Justice Antonin Scalia ruffled feathers recently when he pursued a controversial line of questioning during oral arguments in the Supreme Court’s second hearing of Fisher v. University of Texas, a hotly contested affirmative-action case.
Here’s Scalia’s full quote, via The Week:
There are those who contend that it does not benefit African-Americans to — to get them into the University of Texas where they do not do well, as opposed to having them go to a less-advanced school, a less — a slower-track school where they do well. One of — one of the briefs pointed out that — that most of the black scientists in this country don’t come from schools like the University of Texas. They come from lesser schools where they do not feel that they’re — that they’re being pushed ahead in — in classes that are too — too fast for them. I’m just not impressed by the fact that — that the University of Texas may have fewer (black students). Maybe it ought to have fewer.
Scalia’s questioning prompted him to be called a racist. For example, Senate Minority Leader Harry Reid blasted Scalia as worse than Donald Trump.
“I don’t know about his intent but it is deeply disturbing to hear a Supreme Court justice endorse racist ideas from the bench on the nation’s highest court,” the Nevada senator stated.
However, before calling anyone a racist, it is important to point out that Justice Scalia was alluding to a phenomenon called “mismatch theory,” a powerful, data-backed critique of the affirmative action model.
The fundamental argument for mismatch theory is that non-academic preferences in admissions to a higher education institution does not properly provide beneficial service to its intended receivers.
Essentially, some minority students admitted via affirmative action to elite universities that they are academically unprepared for will struggle, perhaps even flunk out.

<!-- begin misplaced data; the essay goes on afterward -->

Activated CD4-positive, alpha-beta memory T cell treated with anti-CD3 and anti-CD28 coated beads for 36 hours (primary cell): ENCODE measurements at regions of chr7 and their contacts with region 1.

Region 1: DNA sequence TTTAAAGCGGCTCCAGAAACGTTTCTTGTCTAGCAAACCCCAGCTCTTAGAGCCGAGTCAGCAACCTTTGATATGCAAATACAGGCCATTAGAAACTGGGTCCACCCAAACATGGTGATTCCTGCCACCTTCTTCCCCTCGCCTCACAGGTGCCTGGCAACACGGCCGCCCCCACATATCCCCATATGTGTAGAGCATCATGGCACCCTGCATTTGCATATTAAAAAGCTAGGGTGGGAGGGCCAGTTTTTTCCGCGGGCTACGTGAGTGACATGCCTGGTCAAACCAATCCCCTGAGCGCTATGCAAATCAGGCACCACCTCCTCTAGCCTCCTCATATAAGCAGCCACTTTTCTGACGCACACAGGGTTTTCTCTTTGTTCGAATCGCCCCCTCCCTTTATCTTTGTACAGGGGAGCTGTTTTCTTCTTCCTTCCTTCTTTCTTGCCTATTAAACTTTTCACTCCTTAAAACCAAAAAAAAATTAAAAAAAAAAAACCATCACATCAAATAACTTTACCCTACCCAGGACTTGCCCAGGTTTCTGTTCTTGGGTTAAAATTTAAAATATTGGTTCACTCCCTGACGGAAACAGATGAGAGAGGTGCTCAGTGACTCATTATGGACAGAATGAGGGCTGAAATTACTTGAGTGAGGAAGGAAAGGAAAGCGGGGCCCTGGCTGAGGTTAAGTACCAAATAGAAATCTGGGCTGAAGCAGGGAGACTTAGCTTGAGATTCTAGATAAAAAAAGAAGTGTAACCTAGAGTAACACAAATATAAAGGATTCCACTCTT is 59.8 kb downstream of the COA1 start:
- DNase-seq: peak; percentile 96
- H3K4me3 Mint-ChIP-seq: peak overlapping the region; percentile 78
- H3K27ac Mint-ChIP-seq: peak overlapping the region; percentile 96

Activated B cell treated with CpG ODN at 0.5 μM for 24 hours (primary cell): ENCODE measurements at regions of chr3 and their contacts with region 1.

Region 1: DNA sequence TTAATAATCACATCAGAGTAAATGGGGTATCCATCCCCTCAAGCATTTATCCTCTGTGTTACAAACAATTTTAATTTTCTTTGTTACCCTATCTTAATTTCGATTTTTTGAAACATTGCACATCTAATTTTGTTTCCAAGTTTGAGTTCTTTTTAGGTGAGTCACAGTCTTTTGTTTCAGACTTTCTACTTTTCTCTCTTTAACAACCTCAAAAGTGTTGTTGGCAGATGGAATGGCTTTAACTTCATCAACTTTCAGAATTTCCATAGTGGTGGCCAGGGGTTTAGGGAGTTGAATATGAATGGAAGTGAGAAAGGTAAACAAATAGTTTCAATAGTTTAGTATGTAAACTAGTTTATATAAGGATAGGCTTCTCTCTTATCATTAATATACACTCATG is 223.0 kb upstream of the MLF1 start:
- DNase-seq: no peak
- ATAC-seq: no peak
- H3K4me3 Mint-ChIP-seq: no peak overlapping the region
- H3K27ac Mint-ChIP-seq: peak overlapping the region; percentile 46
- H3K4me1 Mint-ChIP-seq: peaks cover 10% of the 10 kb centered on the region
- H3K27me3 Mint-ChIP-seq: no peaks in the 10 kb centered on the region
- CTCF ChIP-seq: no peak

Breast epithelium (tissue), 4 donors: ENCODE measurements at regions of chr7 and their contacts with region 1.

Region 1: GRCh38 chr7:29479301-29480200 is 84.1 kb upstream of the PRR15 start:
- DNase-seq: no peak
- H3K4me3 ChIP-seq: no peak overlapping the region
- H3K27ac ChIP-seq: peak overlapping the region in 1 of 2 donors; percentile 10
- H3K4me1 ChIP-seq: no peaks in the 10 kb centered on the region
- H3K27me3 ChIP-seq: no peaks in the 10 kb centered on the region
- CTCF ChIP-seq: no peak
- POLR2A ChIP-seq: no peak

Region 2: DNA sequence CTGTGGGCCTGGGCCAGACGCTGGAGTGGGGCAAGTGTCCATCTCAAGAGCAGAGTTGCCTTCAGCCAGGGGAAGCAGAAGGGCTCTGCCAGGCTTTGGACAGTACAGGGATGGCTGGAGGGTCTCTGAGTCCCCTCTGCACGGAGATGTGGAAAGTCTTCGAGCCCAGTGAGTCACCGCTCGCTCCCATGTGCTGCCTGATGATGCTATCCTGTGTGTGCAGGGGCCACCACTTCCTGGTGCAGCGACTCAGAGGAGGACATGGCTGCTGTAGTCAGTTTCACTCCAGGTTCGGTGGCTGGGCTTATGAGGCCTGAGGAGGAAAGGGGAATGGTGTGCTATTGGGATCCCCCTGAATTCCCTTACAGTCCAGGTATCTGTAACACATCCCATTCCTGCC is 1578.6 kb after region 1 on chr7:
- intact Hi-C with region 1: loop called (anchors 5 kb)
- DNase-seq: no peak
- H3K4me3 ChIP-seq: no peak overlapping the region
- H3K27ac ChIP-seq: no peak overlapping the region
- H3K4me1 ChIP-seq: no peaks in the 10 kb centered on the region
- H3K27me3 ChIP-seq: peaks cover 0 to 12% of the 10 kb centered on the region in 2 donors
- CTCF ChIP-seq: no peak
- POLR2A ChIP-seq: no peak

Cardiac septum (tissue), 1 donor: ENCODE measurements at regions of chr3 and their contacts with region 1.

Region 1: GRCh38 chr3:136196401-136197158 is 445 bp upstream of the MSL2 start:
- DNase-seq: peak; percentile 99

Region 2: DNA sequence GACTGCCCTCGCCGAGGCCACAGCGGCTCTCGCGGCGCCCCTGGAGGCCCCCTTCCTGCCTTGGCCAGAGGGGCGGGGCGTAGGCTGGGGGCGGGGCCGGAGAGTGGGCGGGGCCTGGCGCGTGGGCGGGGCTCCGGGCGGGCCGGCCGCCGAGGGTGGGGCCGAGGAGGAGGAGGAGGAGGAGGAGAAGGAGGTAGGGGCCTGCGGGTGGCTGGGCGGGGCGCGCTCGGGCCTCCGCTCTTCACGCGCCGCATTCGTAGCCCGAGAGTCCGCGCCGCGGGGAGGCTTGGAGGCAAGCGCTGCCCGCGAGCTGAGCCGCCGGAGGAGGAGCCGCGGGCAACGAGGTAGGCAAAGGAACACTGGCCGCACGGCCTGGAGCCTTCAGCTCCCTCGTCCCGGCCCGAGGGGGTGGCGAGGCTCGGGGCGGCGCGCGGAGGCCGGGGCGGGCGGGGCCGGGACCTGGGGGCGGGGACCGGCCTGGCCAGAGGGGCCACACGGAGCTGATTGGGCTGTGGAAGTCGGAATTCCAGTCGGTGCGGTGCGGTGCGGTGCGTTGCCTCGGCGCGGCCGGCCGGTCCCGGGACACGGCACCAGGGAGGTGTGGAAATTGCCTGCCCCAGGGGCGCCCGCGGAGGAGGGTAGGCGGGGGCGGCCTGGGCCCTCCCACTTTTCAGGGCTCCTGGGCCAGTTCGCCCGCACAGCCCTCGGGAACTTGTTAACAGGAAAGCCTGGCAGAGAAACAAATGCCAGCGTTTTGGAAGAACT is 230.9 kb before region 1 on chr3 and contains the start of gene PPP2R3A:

Scalia opened up an important component in the debate on affirmative action. His statement, though questionable in delivery, raises several concerns surrounding the constitutionality and presumed benefits of affirmative action.
Indeed, it was a liberal-leaning UCLA law professor that proposed the mismatch concept: Professor Richard Sander.
Sander co-authored a book on the phenomenon called: “Mismatch: How Affirmative Action Hurts Students It’s Intended to Help, and Why Universities Won’t Admit It.”
“Though their liberal leanings would indicate support for race-based policies, Sander and Taylor argue that the research shows that affirmative action does not in fact help minorities,” the 2012 book’s summary states. “Racial preferences in higher education put a great many students in educational settings where they have no hope of competing—a phenomenon that they call ‘mismatch.’ … Compelling evidence shows that racial preferences double the rate at which black students fail bar exams and may well in the end reduce, rather than increase, the aggregate number of black lawyers.”
As The College Fix reported recently through an interview with Sander, there are three types of mismatch: learning, competition and social:
Learning mismatch occurs when less academically prepared students work alongside students who are more prepared. The former may start to feel lost and will have difficulty learning in the more rigorous environment, Sander said.
Competition mismatch also occurs in the classroom when struggling students begin earning lower grades than their counterparts. Ill-prepared minority students have a high rate of dropping out of difficult programs, such as science programs, when mismatched because receiving lower grades may diminish their confidence, Sander said. Students are more likely to succeed in less competitive environments.
The final type of mismatch is social. Students are naturally more likely to forge friendships with others at similar skill levels. Mismatched minority students may have more difficulty befriending more competitive students which can be isolating, Sander said.
The concept illustrates that while society may believe one thing is good for the whole, that one thing can also exacerbate a larger problem.
Affirmative action was created to help offset the nation’s segregated past, to promote diversity, and to provide a representation of an ethnic minority in the realm of higher education, a noble cause.
But the mismatch theory illustrates that very important questions, such as the ones Justice Scalia asked, are necessary as affirmative action is revisited by the high court.